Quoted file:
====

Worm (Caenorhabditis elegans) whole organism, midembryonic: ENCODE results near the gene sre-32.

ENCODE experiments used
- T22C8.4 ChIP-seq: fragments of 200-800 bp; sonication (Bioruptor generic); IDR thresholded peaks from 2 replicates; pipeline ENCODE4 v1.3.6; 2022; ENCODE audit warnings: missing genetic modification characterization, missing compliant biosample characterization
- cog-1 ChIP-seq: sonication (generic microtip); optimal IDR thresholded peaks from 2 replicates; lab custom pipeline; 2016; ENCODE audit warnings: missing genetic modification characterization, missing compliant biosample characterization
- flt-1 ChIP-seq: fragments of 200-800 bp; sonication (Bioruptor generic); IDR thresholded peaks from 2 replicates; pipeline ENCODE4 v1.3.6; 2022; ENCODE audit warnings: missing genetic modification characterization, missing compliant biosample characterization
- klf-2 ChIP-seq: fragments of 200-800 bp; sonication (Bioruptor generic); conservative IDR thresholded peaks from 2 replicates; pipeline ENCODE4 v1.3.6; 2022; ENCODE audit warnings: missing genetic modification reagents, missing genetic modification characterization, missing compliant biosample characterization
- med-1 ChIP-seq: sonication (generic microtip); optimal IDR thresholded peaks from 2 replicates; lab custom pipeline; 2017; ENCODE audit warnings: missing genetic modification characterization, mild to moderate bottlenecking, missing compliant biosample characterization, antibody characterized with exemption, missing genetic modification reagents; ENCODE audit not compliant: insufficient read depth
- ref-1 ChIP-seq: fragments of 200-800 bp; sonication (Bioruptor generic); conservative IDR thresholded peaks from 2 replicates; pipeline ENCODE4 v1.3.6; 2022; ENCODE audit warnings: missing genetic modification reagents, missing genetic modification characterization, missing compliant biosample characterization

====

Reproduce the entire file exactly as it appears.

Worm (Caenorhabditis elegans) whole organism, midembryonic: ENCODE results near the gene sre-32.

ENCODE experiments used
- T22C8.4 ChIP-seq: fragments of 200-800 bp; sonication (Bioruptor generic); IDR thresholded peaks from 2 replicates; pipeline ENCODE4 v1.3.6; 2022; ENCODE audit warnings: missing genetic modification characterization, missing compliant biosample characterization
- cog-1 ChIP-seq: sonication (generic microtip); optimal IDR thresholded peaks from 2 replicates; lab custom pipeline; 2016; ENCODE audit warnings: missing genetic modification characterization, missing compliant biosample characterization
- flt-1 ChIP-seq: fragments of 200-800 bp; sonication (Bioruptor generic); IDR thresholded peaks from 2 replicates; pipeline ENCODE4 v1.3.6; 2022; ENCODE audit warnings: missing genetic modification characterization, missing compliant biosample characterization
- klf-2 ChIP-seq: fragments of 200-800 bp; sonication (Bioruptor generic); conservative IDR thresholded peaks from 2 replicates; pipeline ENCODE4 v1.3.6; 2022; ENCODE audit warnings: missing genetic modification reagents, missing genetic modification characterization, missing compliant biosample characterization
- med-1 ChIP-seq: sonication (generic microtip); optimal IDR thresholded peaks from 2 replicates; lab custom pipeline; 2017; ENCODE audit warnings: missing genetic modification characterization, mild to moderate bottlenecking, missing compliant biosample characterization, antibody characterized with exemption, missing genetic modification reagents; ENCODE audit not compliant: insufficient read depth
- ref-1 ChIP-seq: fragments of 200-800 bp; sonication (Bioruptor generic); conservative IDR thresholded peaks from 2 replicates; pipeline ENCODE4 v1.3.6; 2022; ENCODE audit warnings: missing genetic modification reagents, missing genetic modification characterization, missing compliant biosample characterization